This is a political suicide letter. You will see who is serious about your #1 issue and who is not by means of a signed resignation letter. Post it online. If he refuses to sign it, start working to undermine him after he defeats the squishy incumbent. Above all, do not trust him.

No candidate will sign more than a few of these. Any candidate who will not sign at least one is just another glory-seeking, power-seeking, retirement bonanza-seeking political hack. Like a drone bee who is useful only once in his life, he is useful for only one thing: defeating a squishy incumbent.

You say he refuses to sign? Don't donate any money or time to his campaign. You should vote for him against a squishy incumbent, but you will immediately start working to replace him.

4. Track all of his votes on your #1 issue, and post them online. The Congress deliberately seeks to conceal voting results. Your committee must keep track of every vote related to your interest. This means that someone must follow the voting schedule. If there is no record of his vote, call his office. Ask for an email with his vote recorded. My suggestion: make sure he has an assistant send an email to your committee after every vote in this area, explaining it. Post all of this without alteration. If he breaks ranks, make sure you have a clear statement of why this was a bad vote.

This is boring. This is time-consuming. This is vital. You must see if there is a pattern in his voting on your issue.

I wish there were watchdog sites that cover every vote. Be sure there is one for your special interest.

WordPress is free (www.WordPress.org). A domain name costs $10 a year to register. A multi-site hosting service like Hostgator is $10 a month or less. Have a separate site for every candidate and elected official.

This would make a great civics project for home schoolers: track a candidate for the school year. Then turn the task over to a new student. Have the committee run the sites, but students can do the grunt work. It is good practice.

5. Find out who his largest campaign donors are. This will tell you who will have the most clout when he takes office. Investigate the PACs. Investigate the donors who send in the maximum donation allowed. Are they members of one group? Post this information on the site that you set up to monitor his votes.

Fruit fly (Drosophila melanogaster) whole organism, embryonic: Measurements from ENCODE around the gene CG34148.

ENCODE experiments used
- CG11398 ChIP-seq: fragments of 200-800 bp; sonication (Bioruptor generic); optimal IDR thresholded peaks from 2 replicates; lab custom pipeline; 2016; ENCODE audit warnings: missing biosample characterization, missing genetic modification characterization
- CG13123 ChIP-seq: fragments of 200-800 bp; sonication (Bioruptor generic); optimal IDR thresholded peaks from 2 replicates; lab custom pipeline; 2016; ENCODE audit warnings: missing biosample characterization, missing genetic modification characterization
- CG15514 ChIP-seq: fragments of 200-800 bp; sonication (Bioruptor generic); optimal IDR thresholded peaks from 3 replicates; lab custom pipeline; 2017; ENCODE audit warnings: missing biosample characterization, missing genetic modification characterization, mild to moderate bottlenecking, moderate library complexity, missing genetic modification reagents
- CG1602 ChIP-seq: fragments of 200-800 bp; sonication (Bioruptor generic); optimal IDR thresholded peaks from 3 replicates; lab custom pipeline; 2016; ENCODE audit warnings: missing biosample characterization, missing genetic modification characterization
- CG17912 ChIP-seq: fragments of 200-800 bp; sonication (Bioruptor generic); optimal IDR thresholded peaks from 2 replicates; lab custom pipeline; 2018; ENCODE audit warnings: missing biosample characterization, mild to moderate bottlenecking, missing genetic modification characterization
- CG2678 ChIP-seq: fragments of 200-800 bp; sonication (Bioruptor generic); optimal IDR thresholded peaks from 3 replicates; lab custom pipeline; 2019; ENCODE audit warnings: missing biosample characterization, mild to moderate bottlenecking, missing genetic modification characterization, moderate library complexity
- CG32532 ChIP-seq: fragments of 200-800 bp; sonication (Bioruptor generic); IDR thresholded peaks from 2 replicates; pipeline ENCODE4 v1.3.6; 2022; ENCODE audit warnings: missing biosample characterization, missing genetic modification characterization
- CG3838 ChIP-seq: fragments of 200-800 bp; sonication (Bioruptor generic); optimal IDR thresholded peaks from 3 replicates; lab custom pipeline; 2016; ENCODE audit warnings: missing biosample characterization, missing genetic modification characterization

6. Instill fear. This is your #1 task, once he takes office.

7. Inflict pain. This is the basis of #6.

8. Trust, but verify. If your group refuses to verify, it should not trust.


CONCLUSION

Politics is not based on love, because civil government is based on coercion. Do not impose "tough love" on a politician. He is not to love you. He is to obey you. You are not to love him. You are to monitor him. Impose negative sanctions and positive sanctions wisely.

Politicians surround themselves with young men and young women who serve as staffers, plus a few old-timers who have survived in the staffing system and who are unimpressed with their bosses, but are even less impressed with the boss's constituents. Politicians spend time in each other's company. They are not much impressed with their colleagues, but they are very impressed with themselves. They are not impressed by their constituents. Finally, they spend time raising money. So, they have to spend time with lobbyists.

I shall now end my little lesson on politics with a verbatim citation from one of the great masters of state-wide politics, Jesse Unruh. He was the Speaker of the California Assembly in the late 1960s. He was known as Big Daddy. He ran against Ronald Reagan in 1970 and lost. But he later was elected state Treasurer. Here is what he said about the proper attitude toward lobbyists:

"If you can't eat their food, drink their booze, screw their women, and still vote against them, you have no business being up here."

So committed was he to this philosophy of life that he chose to die of prostate cancer at age 65 rather than have his prostate surgically removed, because he would not risk the sexual impotence that might result from surgical removal.

He loved dealing with lobbyists.

We are dealing with dedicated people. We are dealing with power-seeking, often ruthless people. Don't try to buy them off. Don't try to sweet-talk them. If they don't vote the way you want them to vote, defeat them. This, they understand. This, they fear.

Either they are on your menu, or you are on theirs. I suggest the former.